I’ve been hooked on Vinland Saga since volume one, even though the series has had a lengthy calm period. After the explosive action of the first few, volumes 5 through 8 have been all about peace and avoiding violence. What gives! This volume, however, brings it back and it’s real good.
So what’s it about?
The official summary reads:
Fighting for a Future — Thorfinn and his crew are on their way to Greece, the first leg of their expedition to Vinland. Having landed near Bergen, in Norway, Thorfinn is attacked by a bear, only to be saved by a fierce huntress named Hild. While sharing a meal together, Hild recounts how her village and family were massacred many years ago—a story Thorfinn knows quite intimately. Now, Thorfinn must face Hild and his own violent past in order to press forward. As his journey progresses, Thorfinn encounters more factions that do not share his vision, and a war in the name of Vinland may be looming on the horizon.
Why does this book matter?
We’ve reviewed nearly every volume and they’ve all been very good–no reason to believe it’ll stop now. If you’re a history buff you’ll love this, as it’s well researched and the attention to detail has been impeccable. Seriously, do you even know what was going on in the year 1,002? Plus, the art very rarely uses a flat background, as the tiniest of panels showcase incredible detail in forests and towns. This is manga at its best.
Fine, you have my attention. What’s good about it?
The crossbow is a big part of the story in this volume.
This volume bookends very well, opening where the last volume left off with Hild deadset on killing Thorfinn. Since he has refused to kill or hurt another person again, Thorfinn is in a real pickle. She’s also ready to kill all his friends if Thorfinn doesn’t put himself into a battle one on one. She has a very good reason to kill Thorfinn because back when he was a killer he was part of the band that killed her family and changed her life forever. Oh and he killed her dad in front of her. Yikes. By the end it’s clear writer and artist Yukimura is building a relationship between Thorfinn and Hild, and all the while she’s committed to killing him. It’s a good setup that adds tension to every page.
Vinland fans are going to need this in their collection because Thorfinn is back to fighting, and boy is the fight choreography good. Later in the book, Thorfinn is forced to defend himself and it’s exciting to see he hasn’t lost a step. Because he has sworn not to kill, he’s also forced to fight in a different way not unlike Batman and it’s pretty badass.
The reason for fighting is probably one of the coolest elements of this volume. Avoiding spoilers, but this volume may redirect Thorfinn’s quest for quite some time. They say you can’t escape your past and that becomes very evident here. There are also a few familiar faces that pop up that’ll surprise and excite. Overall this story is back on track with the action and it’s as riveting as ever.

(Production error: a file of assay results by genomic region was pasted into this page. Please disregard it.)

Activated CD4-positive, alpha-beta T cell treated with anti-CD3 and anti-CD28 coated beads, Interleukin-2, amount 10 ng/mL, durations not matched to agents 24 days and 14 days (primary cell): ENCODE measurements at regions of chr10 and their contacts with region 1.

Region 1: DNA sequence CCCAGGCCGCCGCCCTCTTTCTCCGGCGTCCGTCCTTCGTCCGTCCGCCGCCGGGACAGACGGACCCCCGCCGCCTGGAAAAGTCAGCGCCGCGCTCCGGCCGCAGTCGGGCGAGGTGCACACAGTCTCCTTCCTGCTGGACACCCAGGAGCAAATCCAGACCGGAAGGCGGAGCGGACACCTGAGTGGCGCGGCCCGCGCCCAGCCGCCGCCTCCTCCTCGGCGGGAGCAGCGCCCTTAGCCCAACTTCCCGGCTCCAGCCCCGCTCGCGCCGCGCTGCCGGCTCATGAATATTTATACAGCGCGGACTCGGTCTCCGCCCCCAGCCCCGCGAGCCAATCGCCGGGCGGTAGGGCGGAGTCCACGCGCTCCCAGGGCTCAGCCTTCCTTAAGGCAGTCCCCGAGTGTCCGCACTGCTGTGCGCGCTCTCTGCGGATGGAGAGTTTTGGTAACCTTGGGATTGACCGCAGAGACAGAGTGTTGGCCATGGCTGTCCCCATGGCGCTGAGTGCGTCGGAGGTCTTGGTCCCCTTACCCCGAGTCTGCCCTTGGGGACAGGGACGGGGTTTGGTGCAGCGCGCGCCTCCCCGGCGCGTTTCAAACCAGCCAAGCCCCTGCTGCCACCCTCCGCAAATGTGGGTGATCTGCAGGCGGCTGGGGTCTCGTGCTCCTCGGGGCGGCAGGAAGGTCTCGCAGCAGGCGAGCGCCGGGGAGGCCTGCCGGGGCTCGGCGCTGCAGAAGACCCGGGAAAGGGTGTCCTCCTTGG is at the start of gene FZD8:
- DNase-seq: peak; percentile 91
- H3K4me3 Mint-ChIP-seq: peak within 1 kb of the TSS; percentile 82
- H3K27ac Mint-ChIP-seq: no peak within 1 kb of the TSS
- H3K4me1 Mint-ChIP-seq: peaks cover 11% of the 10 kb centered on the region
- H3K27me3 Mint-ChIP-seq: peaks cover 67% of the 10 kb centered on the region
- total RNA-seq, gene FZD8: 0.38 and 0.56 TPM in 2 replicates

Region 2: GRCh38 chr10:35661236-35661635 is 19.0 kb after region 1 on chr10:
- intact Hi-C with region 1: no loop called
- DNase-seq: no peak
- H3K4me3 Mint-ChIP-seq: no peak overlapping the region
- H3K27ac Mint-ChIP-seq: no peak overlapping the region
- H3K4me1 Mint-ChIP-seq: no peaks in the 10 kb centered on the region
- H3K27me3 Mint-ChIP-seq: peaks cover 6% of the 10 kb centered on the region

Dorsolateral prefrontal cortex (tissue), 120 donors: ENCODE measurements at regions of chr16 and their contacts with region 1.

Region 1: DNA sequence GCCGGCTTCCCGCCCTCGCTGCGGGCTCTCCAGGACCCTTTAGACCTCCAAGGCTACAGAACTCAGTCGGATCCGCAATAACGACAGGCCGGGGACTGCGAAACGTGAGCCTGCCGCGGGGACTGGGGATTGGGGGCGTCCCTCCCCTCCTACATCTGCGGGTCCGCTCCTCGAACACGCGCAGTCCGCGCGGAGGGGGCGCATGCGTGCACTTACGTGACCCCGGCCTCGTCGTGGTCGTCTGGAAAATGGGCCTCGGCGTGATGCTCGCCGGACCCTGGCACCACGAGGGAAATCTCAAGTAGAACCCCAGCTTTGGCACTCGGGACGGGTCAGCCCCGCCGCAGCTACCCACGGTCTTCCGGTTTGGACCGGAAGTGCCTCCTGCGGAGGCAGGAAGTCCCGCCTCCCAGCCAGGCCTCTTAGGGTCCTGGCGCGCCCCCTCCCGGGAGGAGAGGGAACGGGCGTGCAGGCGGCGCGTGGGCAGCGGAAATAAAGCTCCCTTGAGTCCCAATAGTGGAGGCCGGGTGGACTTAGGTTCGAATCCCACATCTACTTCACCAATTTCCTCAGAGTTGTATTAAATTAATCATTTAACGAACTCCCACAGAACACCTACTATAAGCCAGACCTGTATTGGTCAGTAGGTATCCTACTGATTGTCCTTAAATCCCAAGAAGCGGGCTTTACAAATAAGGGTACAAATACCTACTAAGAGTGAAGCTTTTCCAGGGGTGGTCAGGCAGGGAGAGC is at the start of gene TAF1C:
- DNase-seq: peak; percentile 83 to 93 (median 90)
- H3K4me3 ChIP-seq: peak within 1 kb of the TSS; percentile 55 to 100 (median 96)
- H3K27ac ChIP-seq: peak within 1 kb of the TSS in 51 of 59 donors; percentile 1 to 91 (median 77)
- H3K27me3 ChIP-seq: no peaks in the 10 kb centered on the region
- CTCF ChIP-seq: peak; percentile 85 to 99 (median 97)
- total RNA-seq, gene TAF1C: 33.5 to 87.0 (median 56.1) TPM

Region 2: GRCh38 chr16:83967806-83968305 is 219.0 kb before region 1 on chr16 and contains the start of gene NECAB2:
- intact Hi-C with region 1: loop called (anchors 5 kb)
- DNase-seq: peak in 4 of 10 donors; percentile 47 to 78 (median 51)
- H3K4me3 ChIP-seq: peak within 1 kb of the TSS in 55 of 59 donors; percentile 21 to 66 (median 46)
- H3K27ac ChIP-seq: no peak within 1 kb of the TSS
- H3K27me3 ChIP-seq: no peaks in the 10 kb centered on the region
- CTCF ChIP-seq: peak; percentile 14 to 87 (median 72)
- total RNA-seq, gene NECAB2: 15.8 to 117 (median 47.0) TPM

Oh, and it’s flipping funny too! Yukimura implements Gudrid’s baby with great visual and auditory humor and Bug-Eyes continues to be silly and the butt of jokes. The humor opens up the entertainment value while building up the relationships between the characters too.
The visuals continue to not disappoint either. As I said before, the action is exciting and well choreographed. The pace of the story feels quicker in this volume too and it makes it all feel more exciting. A key flashback brings back the old vibes well with Thorfinn in his robes and another dark, violent night of killing on display. This is a manga that clearly takes a lot of time and care to draw and it’s evident in every panel.
Love those speed lines!
It can’t be perfect can it?
The opening is quite slow, taking a while to get started and dragging out the threat of Hild on Thorfinn and his friends. Hild certainly needs to be strongly written since she will matter greatly to the narrative going forward, but there’s a physical danger aspect that actually loses its believability after a while. There’s also a supernatural element to why she stops herself from killing Thorfinn that seems somewhat out of the ordinary for this series. At the very least it’s a bit of Deus Ex Machina that cheapens all the time building up to the moment.
Is It Good?
I was having my doubts on how this series could sustain itself, but it totally redeemed itself here. Action and intense violence is back, the stakes have been raised and Hild adds some much needed danger and tension to every scene. If you’re burning for a historical drama, Vinland Saga will stoke your fire.